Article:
The remains of an ancient earthwork found recently near Newgrange, County Meath in Ireland could have been used by ancient astronomers, new research suggests.
The henge was found by Anthony Murphy, a local researcher who was using a drone to observe a nearby site called Brú na Bóinne when he spotted the circular formation, now believed to be a previously undiscovered henge. Upon its discovery, the ancient earthwork was quickly added to the record of national monuments.
A historian and astronomer, Murphy also says that celestial alignments may be represented with the newly found henge. He told Irish Times that there are two times in the year that the alignments would have occurred. One of these is Bealtaine, he says, "which marks the beginning of summer," and Lughnasa, "which was the time of year when the fruits had ripened and the crops were ready for harvest," Murphy explained.
The most famous nearby monument is Newgrange, where a prominent neolithic circular mound bearing stone passageways within its interior stands. Dating back to around 3,200 BC, the Newgrange mound predates both Stonehenge and the pyramids at Giza; all of these ancient structures appear to possess alignments with celestial features, a common attribute to various monuments and cultural heritage sites of the ancient world.
In E.C. Krupp's book Echoes of the Ancient Skies: The Astronomy of Lost Civilizations (a somewhat ironic, but nonetheless eye-grabbing title since none of the civilizations discussed in Krupp's book are really "lost"), he discussed the relevance of early astronomy practiced by ancient people:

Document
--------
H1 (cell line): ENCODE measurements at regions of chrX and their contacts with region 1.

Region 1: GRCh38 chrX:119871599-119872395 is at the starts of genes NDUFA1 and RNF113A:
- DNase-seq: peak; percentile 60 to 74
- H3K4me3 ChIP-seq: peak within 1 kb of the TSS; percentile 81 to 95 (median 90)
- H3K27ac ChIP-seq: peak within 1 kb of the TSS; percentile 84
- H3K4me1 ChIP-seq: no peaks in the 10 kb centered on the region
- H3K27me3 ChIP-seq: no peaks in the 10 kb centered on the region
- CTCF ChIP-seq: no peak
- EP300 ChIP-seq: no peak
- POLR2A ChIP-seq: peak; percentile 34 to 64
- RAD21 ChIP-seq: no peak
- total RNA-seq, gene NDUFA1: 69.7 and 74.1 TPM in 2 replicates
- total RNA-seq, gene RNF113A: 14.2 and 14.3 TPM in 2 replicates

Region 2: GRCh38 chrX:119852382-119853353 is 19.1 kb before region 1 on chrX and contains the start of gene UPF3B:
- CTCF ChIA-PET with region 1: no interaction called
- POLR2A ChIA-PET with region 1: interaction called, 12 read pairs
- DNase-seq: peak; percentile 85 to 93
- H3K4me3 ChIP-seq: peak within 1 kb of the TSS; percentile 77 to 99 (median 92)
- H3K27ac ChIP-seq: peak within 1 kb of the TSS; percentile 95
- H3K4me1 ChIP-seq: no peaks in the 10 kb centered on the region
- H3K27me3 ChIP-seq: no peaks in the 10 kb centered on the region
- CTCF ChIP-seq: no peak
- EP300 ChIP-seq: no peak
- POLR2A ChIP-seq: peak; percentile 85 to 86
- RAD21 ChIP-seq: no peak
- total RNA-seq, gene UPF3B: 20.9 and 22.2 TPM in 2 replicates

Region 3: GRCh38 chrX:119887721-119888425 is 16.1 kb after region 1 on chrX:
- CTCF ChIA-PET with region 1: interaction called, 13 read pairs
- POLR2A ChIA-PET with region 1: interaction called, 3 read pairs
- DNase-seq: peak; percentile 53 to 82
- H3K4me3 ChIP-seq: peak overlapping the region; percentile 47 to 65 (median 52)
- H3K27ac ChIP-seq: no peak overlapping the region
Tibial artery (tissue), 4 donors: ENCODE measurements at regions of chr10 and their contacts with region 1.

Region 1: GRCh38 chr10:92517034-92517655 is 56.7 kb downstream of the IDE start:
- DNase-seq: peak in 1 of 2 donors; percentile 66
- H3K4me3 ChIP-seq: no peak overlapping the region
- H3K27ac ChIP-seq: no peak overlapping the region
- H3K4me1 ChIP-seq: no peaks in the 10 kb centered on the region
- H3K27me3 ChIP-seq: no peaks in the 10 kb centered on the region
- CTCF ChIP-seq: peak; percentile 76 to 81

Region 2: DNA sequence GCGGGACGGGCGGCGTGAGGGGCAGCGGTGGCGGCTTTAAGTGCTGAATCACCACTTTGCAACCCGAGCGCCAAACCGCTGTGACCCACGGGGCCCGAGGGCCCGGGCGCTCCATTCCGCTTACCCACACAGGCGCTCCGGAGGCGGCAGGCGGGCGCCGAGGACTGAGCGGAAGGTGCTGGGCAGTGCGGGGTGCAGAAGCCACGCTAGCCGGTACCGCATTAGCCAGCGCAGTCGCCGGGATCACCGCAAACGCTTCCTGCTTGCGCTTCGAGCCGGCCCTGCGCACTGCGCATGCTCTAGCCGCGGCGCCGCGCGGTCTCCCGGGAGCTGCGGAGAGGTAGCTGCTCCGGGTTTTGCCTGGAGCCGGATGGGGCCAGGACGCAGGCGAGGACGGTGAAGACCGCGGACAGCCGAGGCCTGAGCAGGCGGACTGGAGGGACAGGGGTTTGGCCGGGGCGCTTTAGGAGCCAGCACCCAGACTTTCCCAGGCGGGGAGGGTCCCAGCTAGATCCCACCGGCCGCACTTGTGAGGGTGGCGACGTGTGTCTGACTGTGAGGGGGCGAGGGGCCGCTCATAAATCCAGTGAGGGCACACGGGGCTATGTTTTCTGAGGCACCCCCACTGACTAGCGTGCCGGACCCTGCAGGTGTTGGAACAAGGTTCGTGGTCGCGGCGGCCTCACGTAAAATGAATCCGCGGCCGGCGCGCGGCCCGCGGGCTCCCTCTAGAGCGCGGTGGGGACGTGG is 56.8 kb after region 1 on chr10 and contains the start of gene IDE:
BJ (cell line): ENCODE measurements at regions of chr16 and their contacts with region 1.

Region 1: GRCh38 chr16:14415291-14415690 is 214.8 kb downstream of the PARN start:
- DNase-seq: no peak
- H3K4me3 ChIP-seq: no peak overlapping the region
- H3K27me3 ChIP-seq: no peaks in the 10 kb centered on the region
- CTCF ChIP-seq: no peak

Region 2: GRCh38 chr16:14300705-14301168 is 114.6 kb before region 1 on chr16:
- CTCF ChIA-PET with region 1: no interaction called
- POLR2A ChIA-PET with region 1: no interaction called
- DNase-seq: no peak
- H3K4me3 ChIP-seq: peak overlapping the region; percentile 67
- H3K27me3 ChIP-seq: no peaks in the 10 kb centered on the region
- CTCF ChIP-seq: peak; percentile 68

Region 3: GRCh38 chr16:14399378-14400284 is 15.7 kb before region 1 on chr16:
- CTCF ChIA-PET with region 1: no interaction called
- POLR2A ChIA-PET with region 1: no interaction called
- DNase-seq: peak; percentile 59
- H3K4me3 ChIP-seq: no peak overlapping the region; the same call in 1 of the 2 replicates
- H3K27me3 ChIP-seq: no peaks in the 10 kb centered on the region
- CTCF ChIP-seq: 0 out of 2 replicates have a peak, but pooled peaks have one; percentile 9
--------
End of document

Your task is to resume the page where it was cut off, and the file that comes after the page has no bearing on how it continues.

For most of the history of humankind, going back to stone age times, the sky has served as a tool. Just as the hands of the first people grasped the flints they crafted, so their brains grasped the sky. The regularity of the motions of celestial objects enabled them to orient themselves in time and space. And just as their culture was partly a product of the tools they made with their hands—axes and arrowheads, needles and spear-throwers—so it was also shaped by their perceptions of the sky. From the sky they gained—and we, their descendants, have inherited—a profound sense of cyclic time, of order and symmetry, and of the predictability of nature. In this awareness lie not only the foundations of science but of our view of the universe and our place in it.
There have been many researchers that read deeply into the celestial awareness of ancient people, as represented by their various monuments. However, while it's obvious that they did possess a great degree of knowledge about things occurring in the skies above them, this was a very practical knowledge for ancient people to have, as it was arguably the best way for them to be able to chart the coming and going of the seasons, which thereby assisted with agricultural endeavors and a variety of other things.
People today have it easy: if we wish to know what the weather is looking like a week from now, we turn on our televisions, or we look at the weather apps on our Smartphones. For people of the ancient world, having a knowledge of astronomy and celestial happenings was their closest equivalent; instead of handy little devices that fit in every pocket, they built mounds, henges, and earthworks that helped them chart the periodic changes of the seasons.
New discoveries like the henge adjacent to Newgrange will only add to our growing knowledge of the ancient past, its people, and their practices... and some of these, as time has shown, were actually quite sophisticated.
Image of Newgrange plains (top) by Yvonne Ní Mhuiregán, Wikimedia Commons.